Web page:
The Iowa caucus took place on Monday, Feb. 1 at 7 p.m. Central Standard Time Zone.
For the Democrats, former First Lady and Secretary of State Hillary Clinton defeated Vermont Senator Bernie Sanders by 0.03 percent.
Clinton received 23 delegates, while Sanders received 21.
Martin O’Malley, who served as Maryland’s governor from 2007 to 2015, received zero delegates, which led to O’Malley suspending his campaign.
“Tonight, I have to tell you that I am suspending this Presidential bid,” said O’Malley. “But I am not ending this fight. Our country is worth saving, the American dream is worth saving, and this planet is worth saving. So as we march forward, to the fall, let us all resolve together, that the love, the generosity, the compassion and the commitment of this campaign, will continue to point our country forward.”
For the Republicans, Ted Cruz was declared the winner, with Donald Trump coming in second and Marco Rubio finishing with third.
Cruz received eight delegates, while Trump and Rubio both received seven delegates.
Trump did, however, receive more total votes then Rubio. The nine remaining Republican candidates trailed behind from the top three finishers, with Ben Carson finishing in fourth place with a total of three delegates.
On the night of the final GOP debate before the Iowa caucus, Trump chose to boycott the debate and instead decided to hold a rally in Iowa to raise money for veterans. Trump estimated that, on the night of his rally, $6 million was raised for veterans.
Many believe that Trumps decision to not participate in the final GOP debate led to his defeat to Cruz in the Iowa Caucus.
Matt Carbonaro, a sophomore and political science major at West Chester University, considers himself to be an avid Trump supporter. Despite this, Carbonaro was not pleased that Trump skipped out on the debate.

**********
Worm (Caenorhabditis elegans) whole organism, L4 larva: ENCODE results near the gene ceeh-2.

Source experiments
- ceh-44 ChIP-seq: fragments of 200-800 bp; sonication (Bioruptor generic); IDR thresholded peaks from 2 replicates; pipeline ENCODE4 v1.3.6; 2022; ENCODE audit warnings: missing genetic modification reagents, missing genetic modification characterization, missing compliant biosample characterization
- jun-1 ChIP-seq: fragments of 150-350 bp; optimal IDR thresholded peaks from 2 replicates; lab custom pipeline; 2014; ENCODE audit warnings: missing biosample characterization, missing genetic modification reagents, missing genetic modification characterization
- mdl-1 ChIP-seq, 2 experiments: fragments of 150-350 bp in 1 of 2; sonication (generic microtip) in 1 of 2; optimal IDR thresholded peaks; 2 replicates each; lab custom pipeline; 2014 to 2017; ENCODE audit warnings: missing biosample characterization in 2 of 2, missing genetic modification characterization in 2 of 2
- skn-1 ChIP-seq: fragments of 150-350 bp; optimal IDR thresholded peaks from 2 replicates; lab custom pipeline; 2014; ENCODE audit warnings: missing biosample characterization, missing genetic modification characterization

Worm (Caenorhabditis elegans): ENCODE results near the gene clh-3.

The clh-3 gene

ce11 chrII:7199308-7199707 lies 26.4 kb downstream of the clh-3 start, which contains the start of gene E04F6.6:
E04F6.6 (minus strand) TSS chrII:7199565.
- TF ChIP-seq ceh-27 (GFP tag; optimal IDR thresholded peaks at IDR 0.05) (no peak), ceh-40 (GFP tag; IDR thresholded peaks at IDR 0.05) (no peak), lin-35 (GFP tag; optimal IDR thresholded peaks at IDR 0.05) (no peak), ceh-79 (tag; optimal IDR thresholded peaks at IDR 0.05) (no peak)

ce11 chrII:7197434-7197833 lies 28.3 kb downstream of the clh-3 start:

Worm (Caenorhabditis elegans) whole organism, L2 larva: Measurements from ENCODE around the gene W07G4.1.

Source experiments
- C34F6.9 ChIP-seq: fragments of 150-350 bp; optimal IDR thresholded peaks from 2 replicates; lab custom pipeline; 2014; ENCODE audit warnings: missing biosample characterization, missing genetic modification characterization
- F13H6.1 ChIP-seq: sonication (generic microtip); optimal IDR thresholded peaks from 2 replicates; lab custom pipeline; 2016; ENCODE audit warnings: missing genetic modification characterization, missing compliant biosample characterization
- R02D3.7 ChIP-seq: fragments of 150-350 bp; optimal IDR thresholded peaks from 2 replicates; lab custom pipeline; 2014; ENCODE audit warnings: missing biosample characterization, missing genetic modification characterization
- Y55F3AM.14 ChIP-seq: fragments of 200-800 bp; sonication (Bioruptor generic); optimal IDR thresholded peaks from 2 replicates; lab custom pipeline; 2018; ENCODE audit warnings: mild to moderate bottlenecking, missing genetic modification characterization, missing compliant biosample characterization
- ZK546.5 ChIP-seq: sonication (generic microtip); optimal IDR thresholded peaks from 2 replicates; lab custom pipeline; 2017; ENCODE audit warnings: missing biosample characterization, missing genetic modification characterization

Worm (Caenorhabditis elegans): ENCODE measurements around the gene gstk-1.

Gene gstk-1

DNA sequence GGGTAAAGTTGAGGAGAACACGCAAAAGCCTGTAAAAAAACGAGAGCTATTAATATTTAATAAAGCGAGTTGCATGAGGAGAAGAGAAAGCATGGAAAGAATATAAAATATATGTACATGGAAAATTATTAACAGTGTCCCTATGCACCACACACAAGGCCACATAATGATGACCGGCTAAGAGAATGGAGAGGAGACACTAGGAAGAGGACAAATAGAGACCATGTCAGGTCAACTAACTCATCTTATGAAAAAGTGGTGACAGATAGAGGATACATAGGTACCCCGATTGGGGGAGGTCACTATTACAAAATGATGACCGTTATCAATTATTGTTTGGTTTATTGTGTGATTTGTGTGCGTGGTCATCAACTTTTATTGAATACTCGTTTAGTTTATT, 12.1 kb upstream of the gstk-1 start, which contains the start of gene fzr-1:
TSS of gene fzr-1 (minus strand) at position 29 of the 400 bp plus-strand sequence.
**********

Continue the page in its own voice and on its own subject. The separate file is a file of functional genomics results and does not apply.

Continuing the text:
“This was the last chance before the caucus to give his final message to the voters,” said Carbonaro. “He was really in good shape with his prior debate, especially the spar with Cruz over New York values, which many pundits believed he got the best of. Now, going to the debate, he was the favorite to win. But Donald Trump felt he was mistreated by Fox News and especially [by] Megyn Kelly. That gave the voters the message that he can’t handle tough questions and can come off as a baby that won’t get his way.”
The New Hampshire primary will take place on Tuesday, Feb. 9, followed by Super Tuesday on Tuesday, March 1.
In the past 10 elections, seven winners of the Iowa caucuses went on to be the nominee for their party, including George W. Bush for the Republicans and Al Gore for the Democrats in 2000, John Kerry for the Democrats in 2004 and Barack Obama for the Democrats in 2008.
“This is only one state out of 50, but it shows what the voters are thinking,” said Carbonaro. “The demographics in this state are incredibly different. It has more Christians and social conservatives in the state, so it fits certain candidates like Ted Cruz who went on to win the state. Ted Cruz spent so much time and money in that state, [and] he had an incredible ground game which was in comparison to President Obama back in 2008.”
According to Carbonaro, the Iowa caucus “starts to cut the field down as well.”
“Campaigns start running low on money, and they can see the support for them isn’t impressive,” said Carbonaro. “Iowa really doesn’t effect the rest of the race, especially for Republicans, because the past two winners were Rick Santorum and Mike Huckabee, and they didn’t have much success after.”
Recent polls expect Trump to have a victory in New Hampshire, while Sanders is projected to defeat Clinton in the Democratic field.
Kevin Harper is a fourth-year student majoring in professional studies. He can be reached at KH818254@wcupa.edu.